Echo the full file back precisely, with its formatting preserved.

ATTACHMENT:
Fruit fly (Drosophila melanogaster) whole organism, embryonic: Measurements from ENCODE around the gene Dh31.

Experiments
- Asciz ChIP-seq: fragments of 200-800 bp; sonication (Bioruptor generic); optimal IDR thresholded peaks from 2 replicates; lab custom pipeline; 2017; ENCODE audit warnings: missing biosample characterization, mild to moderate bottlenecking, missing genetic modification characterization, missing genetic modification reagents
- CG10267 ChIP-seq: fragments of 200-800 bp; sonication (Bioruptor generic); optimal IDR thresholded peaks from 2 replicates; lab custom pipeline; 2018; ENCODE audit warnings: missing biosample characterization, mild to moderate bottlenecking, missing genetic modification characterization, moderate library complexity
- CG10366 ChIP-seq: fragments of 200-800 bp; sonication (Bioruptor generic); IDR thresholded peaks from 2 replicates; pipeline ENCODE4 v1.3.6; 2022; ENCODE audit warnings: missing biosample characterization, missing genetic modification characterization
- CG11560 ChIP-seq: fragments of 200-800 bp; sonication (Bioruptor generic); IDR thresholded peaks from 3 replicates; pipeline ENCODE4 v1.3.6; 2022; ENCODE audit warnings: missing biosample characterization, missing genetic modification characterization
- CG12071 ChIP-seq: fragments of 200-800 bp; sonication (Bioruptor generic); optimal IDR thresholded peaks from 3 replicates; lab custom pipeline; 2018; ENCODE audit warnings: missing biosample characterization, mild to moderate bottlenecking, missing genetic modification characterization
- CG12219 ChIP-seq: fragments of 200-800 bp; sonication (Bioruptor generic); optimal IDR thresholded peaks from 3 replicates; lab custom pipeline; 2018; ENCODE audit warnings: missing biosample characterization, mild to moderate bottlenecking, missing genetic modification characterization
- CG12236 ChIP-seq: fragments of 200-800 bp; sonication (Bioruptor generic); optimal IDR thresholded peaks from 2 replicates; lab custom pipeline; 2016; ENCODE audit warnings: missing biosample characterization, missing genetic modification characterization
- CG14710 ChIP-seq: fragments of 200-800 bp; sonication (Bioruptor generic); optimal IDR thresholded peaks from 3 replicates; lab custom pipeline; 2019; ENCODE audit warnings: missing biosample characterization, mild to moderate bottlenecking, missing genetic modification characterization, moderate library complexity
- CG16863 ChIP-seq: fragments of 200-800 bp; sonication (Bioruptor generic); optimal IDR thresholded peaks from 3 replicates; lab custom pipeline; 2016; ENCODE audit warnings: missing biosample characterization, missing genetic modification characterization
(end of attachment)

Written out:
Fruit fly (Drosophila melanogaster) whole organism, embryonic: Measurements from ENCODE around the gene Dh31.

Experiments
- Asciz ChIP-seq: fragments of 200-800 bp; sonication (Bioruptor generic); optimal IDR thresholded peaks from 2 replicates; lab custom pipeline; 2017; ENCODE audit warnings: missing biosample characterization, mild to moderate bottlenecking, missing genetic modification characterization, missing genetic modification reagents
- CG10267 ChIP-seq: fragments of 200-800 bp; sonication (Bioruptor generic); optimal IDR thresholded peaks from 2 replicates; lab custom pipeline; 2018; ENCODE audit warnings: missing biosample characterization, mild to moderate bottlenecking, missing genetic modification characterization, moderate library complexity
- CG10366 ChIP-seq: fragments of 200-800 bp; sonication (Bioruptor generic); IDR thresholded peaks from 2 replicates; pipeline ENCODE4 v1.3.6; 2022; ENCODE audit warnings: missing biosample characterization, missing genetic modification characterization
- CG11560 ChIP-seq: fragments of 200-800 bp; sonication (Bioruptor generic); IDR thresholded peaks from 3 replicates; pipeline ENCODE4 v1.3.6; 2022; ENCODE audit warnings: missing biosample characterization, missing genetic modification characterization
- CG12071 ChIP-seq: fragments of 200-800 bp; sonication (Bioruptor generic); optimal IDR thresholded peaks from 3 replicates; lab custom pipeline; 2018; ENCODE audit warnings: missing biosample characterization, mild to moderate bottlenecking, missing genetic modification characterization
- CG12219 ChIP-seq: fragments of 200-800 bp; sonication (Bioruptor generic); optimal IDR thresholded peaks from 3 replicates; lab custom pipeline; 2018; ENCODE audit warnings: missing biosample characterization, mild to moderate bottlenecking, missing genetic modification characterization
- CG12236 ChIP-seq: fragments of 200-800 bp; sonication (Bioruptor generic); optimal IDR thresholded peaks from 2 replicates; lab custom pipeline; 2016; ENCODE audit warnings: missing biosample characterization, missing genetic modification characterization
- CG14710 ChIP-seq: fragments of 200-800 bp; sonication (Bioruptor generic); optimal IDR thresholded peaks from 3 replicates; lab custom pipeline; 2019; ENCODE audit warnings: missing biosample characterization, mild to moderate bottlenecking, missing genetic modification characterization, moderate library complexity
- CG16863 ChIP-seq: fragments of 200-800 bp; sonication (Bioruptor generic); optimal IDR thresholded peaks from 3 replicates; lab custom pipeline; 2016; ENCODE audit warnings: missing biosample characterization, missing genetic modification characterization